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March 29, 2011

Taking on the Global Challenges of Nephrology

6 Comments to “Taking on the Global Challenges of Nephrology”

  1. Bob Gutman said,

    April 4, 2011 @ 9:04 am

    I (and therefore you) am being swamped with “reply all” responses to Allen. All agree this is a great idea. Maybe what is needed to avoid chaos is for a relatively specific topic to be picked. Allen has challenged thinking on both the quality and cost control frontiers. They are related but separable issues. Can we start with one? For example, who read the WSJ Front page today on the apparently draconian Republican proposal to reduce Medicare and Medicaid expenditures and at the same time reduce marginal tax rates? http://online.wsj.com/article/SB10001424052748703806304576240751124518520.html?mod=ITP_pageone_0

    I respectfully suggest that we respond to Allen personally without “reply all” unless there is something substantive…in which case, this might be the best venue.


  2. Allen Nissenson said,

    April 4, 2011 @ 9:36 am

    Thanks, Bob for the suggestion on how best to carry out the dialogue without overloading em in-boxes.
    I did see the WSJ article and have the following reactions:
    1. Once again the most vulnerable are targeted – the elderly, disabled, those with ESRD and the indigent.
    2. Concern over high deficits is not only appropriate but critical to the future of this country including its safety net healthcare systems.
    3. I remain mystified by the policy imperative by some to resolve the deficit by lowering taxes and thus revenue to the government. I am no economist but to my simple way of thinking one can lower the deficit by either cutting spending or raising revenue or both.
    4. “Privitizing” the Medicare benefit it the equivalent of eliminating Medicare as a program, since benefits would now be under the control of individual private insurance plans. If this were an option to traditional Medicare it would have to include requirements for minimal benefits, limits to HP overhead, quality metrics, etc. to protect the seniors.
    5. Block grants for Medicaid have been done and lead to massive disparities in how our neediest citizens can get healthcare, depending on where they live. Again, the details are critical here and funding for Medicaid must include uniformity in basic benefits, access to medically necessary care, monitoring of quality.

    Finally, there is no question that controlling costs in healthcare spending in these entitlement programs is essential. But lets get back to basics: a. Provide appropriate preventative care; b. Eliminate/minimize the “middle man” administrative costs taken out of the system in the current insurance structure; c. Minimize variations in clinical practice that drive high costs where evidence is available; d. Eliminate defensive medicine with protection against inappropriate litigation; e. Empower patients to be true partners with providers in ensuring their own health and managing their care when they are ill.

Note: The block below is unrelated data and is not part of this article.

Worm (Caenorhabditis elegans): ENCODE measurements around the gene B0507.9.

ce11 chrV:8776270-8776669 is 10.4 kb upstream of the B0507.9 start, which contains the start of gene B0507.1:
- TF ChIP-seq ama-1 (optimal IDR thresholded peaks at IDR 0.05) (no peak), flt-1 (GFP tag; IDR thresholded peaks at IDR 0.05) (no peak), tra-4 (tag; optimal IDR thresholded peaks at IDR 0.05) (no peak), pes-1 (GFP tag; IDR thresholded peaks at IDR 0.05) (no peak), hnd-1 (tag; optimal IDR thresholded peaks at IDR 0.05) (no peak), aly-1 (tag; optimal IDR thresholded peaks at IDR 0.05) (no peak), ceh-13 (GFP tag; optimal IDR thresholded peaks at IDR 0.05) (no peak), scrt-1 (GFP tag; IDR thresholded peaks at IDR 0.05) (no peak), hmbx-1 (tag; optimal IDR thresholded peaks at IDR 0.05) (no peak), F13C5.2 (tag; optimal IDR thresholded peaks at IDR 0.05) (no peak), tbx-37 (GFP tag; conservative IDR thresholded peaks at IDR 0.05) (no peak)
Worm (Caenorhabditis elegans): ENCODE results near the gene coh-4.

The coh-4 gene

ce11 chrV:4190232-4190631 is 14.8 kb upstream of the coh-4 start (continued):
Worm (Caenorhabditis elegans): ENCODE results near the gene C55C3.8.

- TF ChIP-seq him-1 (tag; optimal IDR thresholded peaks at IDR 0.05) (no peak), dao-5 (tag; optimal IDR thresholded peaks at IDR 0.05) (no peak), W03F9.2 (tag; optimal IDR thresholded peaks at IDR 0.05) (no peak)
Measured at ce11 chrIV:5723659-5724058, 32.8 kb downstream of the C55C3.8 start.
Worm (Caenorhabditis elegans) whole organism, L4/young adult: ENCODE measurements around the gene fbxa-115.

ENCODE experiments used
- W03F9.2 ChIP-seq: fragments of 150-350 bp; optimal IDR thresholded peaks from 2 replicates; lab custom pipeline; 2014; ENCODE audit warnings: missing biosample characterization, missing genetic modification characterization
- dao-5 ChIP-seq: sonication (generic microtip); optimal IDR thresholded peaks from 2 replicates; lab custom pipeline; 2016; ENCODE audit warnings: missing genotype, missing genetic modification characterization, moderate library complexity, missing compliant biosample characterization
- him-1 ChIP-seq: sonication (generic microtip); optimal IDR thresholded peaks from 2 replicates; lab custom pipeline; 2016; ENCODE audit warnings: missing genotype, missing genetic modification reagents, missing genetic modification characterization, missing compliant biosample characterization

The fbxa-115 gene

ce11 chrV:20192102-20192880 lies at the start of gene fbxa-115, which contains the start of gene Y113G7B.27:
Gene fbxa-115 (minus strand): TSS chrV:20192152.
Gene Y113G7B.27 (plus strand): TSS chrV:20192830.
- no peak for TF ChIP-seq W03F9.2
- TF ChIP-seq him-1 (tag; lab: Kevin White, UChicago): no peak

3. E.P Paganini said,

    April 4, 2011 @ 9:37 am

    I have had the opportunity to travel quite a bit, having been trained in Europe and later visiting both Europe and Asia for a variety of reasons (academic, social, personal etc).
    I am impressed with the major difference in societal responsability as opposed to patient “rights” so frequently evoked here in the States. Although the world may be slowing flattening out, There is a lot to be learned from the tragedy in Japan and their societal response to helping regain their individual returns. No riots, no looting, no major demonstrations, no broad pleas for hand-outs, just honest work and committment to their society!
    Do we really believe this type of attitude will ever migrate here, now that the hills have been flattened and the world is watching?

  4. Steve Rostand said,

    April 4, 2011 @ 9:48 am

    Allen, Better dialysis methodologies and overall better general health care have prolonged the lives of ESRD patients beyond anyone’s wildest imagination in 1972. The original cost figures computed in 1972 were flawed and now costs are astronomical. How can we continue to provide excellent, non-discriminatory care when it is clear no one is willing to pay. Prevention is clearly the best approach but will be vilified as being nannyism. So where does that leave us? Possibiy with having to go backwards to rationing dialysis since In the US there appears to be no stomach for universal medical care.

  5. Allen Nissenson said,

    April 4, 2011 @ 10:53 am


    I think we need to attack this on a few fronts:

    1. CKD risk mitigation
    2. Slow progression/manage CKD patients appropriately
    3. Care coordination to optimize clinical outcomes while controlling cost
    4. Substantial increases in investment in new, innovative technology that will more closely emulate natural kidneys, improve outcomes, disrupt the current treatment paradigm, and constrain costs.

  6. Bob Gutman said,

    April 5, 2011 @ 1:30 pm

    I confess that my first instinct was to argue with Allen that serious cost containment has to be about entitlements and since entitlements are usually for the disadvantaged, he is correct that the vulnerable are necessarily the focus-so his comment contains an element of inevitability; and then to argue that tax rates are not all that closely related to government revenues.

    However, the parameters that he posted above really are the best items for discussion on this venue and there is no argument with that list at all…now let’s consider the details. “Care coordination” might be the most fruitful field to mine and will indeed save lots of money.

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